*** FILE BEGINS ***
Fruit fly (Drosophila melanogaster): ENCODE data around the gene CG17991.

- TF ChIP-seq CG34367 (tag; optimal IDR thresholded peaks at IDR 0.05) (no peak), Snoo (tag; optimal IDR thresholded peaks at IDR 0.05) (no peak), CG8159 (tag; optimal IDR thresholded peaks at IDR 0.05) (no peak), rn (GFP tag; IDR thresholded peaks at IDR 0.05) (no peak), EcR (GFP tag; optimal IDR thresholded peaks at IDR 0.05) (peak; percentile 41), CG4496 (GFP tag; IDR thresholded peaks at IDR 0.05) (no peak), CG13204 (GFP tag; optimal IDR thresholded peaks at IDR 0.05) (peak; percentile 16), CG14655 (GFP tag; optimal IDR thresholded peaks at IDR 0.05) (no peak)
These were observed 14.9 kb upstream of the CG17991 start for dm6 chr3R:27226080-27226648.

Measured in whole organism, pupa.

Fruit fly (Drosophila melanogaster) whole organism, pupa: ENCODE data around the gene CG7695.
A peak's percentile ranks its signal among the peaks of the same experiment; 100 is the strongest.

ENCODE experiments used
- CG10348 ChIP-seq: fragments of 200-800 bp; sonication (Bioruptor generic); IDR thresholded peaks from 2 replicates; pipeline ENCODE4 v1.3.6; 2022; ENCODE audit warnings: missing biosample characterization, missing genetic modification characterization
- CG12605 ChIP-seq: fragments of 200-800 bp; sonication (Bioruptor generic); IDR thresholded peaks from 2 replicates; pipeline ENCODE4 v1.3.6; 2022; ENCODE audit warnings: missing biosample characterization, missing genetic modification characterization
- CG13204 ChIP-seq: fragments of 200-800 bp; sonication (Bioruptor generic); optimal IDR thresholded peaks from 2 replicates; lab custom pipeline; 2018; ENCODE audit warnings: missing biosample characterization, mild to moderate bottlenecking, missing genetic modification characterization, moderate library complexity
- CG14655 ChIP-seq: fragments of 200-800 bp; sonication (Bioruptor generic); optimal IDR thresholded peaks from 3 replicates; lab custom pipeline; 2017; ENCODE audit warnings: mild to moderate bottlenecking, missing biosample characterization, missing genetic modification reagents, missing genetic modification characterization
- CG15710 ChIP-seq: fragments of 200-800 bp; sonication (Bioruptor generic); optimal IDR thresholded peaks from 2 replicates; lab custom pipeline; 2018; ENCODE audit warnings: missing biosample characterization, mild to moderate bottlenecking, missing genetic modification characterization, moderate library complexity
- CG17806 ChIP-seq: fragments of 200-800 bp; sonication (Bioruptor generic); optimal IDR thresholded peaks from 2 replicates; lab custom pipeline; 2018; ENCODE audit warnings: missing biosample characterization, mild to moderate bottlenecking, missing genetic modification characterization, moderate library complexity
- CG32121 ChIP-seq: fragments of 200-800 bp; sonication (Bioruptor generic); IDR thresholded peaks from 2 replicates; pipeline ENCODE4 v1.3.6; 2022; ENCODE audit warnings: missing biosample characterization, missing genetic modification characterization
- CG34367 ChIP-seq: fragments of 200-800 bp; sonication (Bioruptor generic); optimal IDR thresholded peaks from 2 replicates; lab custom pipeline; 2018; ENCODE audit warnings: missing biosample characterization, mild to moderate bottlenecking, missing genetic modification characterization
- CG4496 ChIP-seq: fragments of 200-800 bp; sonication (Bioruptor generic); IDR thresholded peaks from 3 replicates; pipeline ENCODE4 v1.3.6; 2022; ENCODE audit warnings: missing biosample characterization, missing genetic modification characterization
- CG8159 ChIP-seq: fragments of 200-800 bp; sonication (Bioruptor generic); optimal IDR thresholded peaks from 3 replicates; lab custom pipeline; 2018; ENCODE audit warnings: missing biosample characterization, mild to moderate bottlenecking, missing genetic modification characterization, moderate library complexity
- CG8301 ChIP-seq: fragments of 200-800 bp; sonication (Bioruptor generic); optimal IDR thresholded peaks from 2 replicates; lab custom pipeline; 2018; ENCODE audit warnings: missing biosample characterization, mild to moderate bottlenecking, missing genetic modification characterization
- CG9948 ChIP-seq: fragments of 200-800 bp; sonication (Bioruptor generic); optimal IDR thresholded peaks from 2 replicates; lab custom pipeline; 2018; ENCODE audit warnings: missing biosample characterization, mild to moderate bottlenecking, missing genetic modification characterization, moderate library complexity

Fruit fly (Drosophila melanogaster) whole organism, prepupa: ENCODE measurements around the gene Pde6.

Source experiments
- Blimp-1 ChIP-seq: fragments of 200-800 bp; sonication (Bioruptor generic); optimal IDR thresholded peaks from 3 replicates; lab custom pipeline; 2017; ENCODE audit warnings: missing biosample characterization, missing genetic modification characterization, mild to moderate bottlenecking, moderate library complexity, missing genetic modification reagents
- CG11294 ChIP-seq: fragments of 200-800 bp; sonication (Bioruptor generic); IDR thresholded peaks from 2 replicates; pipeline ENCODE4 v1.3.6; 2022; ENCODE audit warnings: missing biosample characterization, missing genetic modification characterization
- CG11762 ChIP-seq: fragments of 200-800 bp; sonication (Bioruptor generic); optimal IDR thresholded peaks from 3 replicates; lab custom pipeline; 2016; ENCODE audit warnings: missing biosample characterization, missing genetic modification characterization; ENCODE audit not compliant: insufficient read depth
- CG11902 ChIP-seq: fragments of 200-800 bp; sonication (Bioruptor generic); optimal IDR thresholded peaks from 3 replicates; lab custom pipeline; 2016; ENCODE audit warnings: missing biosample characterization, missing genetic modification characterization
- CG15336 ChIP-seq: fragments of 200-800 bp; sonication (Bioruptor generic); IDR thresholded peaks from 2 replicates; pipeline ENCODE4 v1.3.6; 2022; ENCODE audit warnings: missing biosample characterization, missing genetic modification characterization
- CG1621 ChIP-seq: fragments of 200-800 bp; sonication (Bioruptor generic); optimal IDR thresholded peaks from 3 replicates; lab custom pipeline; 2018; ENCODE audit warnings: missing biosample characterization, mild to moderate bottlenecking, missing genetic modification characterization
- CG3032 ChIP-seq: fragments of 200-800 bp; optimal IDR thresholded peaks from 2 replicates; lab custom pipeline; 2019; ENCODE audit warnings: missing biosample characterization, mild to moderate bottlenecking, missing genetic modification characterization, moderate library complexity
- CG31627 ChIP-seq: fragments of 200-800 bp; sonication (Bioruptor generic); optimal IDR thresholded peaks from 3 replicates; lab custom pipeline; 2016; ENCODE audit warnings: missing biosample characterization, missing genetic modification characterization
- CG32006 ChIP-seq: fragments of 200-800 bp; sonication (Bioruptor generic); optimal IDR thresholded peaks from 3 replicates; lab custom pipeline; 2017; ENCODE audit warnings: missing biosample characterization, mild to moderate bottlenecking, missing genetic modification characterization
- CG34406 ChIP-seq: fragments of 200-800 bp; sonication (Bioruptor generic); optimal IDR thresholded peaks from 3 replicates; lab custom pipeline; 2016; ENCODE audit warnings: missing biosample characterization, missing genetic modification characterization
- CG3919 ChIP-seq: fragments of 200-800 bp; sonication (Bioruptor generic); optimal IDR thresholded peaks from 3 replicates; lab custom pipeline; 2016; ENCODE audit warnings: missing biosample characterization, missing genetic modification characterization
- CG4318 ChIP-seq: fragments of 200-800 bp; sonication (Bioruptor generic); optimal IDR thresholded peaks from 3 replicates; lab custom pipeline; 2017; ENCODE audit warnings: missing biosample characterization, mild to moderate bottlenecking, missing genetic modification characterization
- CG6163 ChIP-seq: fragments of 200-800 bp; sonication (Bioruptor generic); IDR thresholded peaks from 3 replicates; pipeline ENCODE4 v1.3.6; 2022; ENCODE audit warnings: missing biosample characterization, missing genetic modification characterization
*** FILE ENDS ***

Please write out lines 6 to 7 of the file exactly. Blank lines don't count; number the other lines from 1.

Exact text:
A peak's percentile ranks its signal among the peaks of the same experiment; 100 is the strongest.

ENCODE experiments used